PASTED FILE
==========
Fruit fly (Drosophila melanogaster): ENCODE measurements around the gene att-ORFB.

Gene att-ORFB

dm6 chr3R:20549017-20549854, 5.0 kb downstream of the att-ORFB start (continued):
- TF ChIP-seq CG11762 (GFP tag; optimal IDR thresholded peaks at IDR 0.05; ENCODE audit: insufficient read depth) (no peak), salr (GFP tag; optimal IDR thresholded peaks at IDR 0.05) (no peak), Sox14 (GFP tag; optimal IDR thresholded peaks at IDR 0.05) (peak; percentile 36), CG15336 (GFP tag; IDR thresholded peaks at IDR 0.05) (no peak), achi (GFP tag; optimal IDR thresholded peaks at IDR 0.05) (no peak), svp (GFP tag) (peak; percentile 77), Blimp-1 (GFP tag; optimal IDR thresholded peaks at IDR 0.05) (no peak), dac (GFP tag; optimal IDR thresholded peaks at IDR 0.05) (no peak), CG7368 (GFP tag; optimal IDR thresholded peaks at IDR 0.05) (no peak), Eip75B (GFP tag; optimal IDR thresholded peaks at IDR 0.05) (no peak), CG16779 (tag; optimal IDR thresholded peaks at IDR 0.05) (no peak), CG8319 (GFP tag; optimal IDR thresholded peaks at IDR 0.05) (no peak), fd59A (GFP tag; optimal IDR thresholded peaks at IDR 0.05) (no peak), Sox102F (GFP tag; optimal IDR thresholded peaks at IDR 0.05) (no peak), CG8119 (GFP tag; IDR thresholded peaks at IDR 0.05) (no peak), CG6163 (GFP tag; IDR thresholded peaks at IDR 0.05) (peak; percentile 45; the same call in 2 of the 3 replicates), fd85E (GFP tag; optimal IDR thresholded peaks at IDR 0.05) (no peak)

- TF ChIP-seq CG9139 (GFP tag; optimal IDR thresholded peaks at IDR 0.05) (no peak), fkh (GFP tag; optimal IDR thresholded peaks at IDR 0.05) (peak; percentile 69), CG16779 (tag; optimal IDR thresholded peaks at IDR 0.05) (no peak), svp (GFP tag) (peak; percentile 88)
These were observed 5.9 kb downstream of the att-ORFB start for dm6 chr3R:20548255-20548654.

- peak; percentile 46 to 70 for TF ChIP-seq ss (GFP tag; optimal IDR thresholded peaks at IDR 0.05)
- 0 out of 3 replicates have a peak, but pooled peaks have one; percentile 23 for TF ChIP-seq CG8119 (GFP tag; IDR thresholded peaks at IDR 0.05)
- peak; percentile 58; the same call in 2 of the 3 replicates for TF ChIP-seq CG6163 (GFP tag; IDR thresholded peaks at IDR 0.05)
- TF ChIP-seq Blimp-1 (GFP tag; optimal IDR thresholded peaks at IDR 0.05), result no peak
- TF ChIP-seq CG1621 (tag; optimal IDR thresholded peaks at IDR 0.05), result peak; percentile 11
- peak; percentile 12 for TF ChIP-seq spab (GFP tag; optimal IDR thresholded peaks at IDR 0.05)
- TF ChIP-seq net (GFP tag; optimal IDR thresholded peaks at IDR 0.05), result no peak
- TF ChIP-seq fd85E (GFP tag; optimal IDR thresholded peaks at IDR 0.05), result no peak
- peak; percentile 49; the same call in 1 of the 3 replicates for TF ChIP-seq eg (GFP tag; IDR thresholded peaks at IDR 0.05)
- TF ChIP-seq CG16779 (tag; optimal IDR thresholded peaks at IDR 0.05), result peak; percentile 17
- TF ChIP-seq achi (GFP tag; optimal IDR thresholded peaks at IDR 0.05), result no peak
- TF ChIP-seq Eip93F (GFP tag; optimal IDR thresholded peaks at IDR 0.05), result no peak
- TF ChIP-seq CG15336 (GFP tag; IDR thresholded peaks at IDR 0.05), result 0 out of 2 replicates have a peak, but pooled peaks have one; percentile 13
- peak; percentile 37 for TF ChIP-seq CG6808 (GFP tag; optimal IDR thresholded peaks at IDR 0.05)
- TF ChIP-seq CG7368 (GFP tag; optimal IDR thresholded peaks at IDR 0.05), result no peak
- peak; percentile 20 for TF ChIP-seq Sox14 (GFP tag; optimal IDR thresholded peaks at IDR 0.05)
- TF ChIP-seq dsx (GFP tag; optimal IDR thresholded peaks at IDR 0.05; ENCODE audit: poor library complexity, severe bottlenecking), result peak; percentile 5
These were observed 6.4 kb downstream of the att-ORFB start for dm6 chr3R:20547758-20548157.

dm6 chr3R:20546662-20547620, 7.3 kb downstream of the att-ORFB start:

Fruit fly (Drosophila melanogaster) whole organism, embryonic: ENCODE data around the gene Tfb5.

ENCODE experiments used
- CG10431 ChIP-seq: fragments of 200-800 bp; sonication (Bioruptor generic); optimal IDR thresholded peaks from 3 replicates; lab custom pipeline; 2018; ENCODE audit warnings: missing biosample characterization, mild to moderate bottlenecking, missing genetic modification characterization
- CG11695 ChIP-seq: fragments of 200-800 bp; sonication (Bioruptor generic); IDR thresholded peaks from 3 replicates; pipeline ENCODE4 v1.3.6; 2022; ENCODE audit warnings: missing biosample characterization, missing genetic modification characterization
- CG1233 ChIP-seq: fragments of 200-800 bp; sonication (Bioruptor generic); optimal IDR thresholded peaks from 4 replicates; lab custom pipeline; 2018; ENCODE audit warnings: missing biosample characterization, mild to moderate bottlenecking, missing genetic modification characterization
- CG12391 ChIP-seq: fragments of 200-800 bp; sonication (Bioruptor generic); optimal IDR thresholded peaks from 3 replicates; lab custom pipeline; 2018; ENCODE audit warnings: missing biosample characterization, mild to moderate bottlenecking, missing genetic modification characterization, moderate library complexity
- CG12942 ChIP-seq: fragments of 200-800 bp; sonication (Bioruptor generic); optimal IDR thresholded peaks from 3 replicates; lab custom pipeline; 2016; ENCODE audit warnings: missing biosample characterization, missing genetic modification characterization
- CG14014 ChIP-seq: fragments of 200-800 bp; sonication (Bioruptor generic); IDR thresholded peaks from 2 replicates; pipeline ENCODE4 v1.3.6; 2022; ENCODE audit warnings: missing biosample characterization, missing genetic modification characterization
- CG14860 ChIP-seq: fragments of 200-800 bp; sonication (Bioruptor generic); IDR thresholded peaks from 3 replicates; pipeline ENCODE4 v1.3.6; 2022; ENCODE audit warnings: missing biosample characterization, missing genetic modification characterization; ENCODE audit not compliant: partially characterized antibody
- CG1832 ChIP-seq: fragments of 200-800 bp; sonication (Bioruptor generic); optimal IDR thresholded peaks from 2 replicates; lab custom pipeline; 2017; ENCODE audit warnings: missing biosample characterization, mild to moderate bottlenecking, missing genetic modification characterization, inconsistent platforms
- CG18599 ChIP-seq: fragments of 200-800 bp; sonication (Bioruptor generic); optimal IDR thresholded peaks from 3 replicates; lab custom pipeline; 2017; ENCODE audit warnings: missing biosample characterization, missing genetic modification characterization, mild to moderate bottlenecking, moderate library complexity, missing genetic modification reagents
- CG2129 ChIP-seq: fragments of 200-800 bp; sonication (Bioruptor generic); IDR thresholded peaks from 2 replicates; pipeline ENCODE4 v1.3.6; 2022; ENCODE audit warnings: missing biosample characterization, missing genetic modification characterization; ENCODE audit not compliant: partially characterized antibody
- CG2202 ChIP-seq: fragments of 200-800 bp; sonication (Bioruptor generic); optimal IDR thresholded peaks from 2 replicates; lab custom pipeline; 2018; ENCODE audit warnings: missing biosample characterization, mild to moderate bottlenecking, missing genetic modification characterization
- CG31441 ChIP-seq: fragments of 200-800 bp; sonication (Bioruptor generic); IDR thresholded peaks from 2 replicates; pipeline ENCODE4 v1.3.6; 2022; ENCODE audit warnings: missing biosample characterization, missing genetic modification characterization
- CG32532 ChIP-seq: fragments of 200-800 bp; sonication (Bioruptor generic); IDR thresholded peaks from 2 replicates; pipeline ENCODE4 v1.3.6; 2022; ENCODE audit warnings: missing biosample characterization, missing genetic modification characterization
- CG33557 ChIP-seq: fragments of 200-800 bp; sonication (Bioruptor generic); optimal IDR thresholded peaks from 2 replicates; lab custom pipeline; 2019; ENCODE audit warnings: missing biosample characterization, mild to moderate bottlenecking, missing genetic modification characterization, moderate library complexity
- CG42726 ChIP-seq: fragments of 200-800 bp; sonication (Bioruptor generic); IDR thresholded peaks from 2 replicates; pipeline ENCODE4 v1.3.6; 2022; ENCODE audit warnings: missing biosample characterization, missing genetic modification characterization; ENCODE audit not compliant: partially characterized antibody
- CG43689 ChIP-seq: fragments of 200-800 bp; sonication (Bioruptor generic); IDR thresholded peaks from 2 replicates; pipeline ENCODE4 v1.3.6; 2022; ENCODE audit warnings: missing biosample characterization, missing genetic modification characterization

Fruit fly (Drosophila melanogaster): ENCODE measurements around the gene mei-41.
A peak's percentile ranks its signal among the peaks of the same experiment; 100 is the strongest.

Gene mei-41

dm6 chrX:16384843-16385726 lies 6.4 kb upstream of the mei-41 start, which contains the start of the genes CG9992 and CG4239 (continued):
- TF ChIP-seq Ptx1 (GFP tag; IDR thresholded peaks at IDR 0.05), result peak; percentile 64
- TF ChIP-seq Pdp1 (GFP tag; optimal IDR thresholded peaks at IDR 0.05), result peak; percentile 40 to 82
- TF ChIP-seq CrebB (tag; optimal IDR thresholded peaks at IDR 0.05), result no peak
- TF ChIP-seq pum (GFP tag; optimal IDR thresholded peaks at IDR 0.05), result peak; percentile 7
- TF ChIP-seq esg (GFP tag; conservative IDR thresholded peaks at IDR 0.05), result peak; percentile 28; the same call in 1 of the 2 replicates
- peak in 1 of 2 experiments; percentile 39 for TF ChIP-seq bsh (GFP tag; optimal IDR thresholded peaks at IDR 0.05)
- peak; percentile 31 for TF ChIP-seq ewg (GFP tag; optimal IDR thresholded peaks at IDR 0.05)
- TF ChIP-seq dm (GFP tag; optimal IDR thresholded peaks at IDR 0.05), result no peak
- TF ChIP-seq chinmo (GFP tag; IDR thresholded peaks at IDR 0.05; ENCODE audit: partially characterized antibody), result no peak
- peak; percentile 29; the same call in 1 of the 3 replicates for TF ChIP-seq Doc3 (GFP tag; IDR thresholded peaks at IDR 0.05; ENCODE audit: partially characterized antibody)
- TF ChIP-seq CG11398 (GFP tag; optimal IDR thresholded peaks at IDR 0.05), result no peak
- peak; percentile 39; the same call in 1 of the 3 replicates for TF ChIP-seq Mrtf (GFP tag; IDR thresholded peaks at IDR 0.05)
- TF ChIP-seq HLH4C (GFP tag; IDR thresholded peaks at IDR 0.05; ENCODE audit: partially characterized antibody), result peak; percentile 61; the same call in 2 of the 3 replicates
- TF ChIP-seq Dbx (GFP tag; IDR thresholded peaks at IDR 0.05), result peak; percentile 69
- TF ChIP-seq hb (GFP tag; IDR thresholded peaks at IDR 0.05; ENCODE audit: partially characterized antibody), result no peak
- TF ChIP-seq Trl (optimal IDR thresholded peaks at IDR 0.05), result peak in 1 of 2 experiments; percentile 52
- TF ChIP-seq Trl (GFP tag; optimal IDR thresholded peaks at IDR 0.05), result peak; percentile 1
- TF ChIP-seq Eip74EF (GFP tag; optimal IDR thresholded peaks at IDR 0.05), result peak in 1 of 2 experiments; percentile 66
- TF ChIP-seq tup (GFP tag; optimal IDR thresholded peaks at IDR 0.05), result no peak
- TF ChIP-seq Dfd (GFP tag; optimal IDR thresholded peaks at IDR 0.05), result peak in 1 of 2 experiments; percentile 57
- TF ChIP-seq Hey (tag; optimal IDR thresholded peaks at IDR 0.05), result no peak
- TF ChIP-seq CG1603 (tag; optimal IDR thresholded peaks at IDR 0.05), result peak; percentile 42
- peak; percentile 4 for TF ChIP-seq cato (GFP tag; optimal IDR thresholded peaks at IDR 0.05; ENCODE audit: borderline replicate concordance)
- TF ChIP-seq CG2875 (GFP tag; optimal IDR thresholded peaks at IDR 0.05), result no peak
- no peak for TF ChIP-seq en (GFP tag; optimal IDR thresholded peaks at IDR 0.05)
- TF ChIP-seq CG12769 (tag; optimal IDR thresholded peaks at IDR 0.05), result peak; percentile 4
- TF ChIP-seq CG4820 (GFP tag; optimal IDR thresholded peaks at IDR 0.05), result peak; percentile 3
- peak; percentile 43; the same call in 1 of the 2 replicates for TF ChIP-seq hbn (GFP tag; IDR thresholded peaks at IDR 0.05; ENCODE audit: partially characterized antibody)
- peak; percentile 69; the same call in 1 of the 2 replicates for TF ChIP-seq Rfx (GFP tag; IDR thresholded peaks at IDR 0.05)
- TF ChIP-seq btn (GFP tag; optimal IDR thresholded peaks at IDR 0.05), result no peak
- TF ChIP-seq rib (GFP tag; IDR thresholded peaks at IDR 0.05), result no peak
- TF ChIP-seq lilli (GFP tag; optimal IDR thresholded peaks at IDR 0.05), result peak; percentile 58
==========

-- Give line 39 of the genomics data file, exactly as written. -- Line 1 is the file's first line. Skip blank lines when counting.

- CG31441 ChIP-seq: fragments of 200-800 bp; sonication (Bioruptor generic); IDR thresholded peaks from 2 replicates; pipeline ENCODE4 v1.3.6; 2022; ENCODE audit warnings: missing biosample characterization, missing genetic modification characterization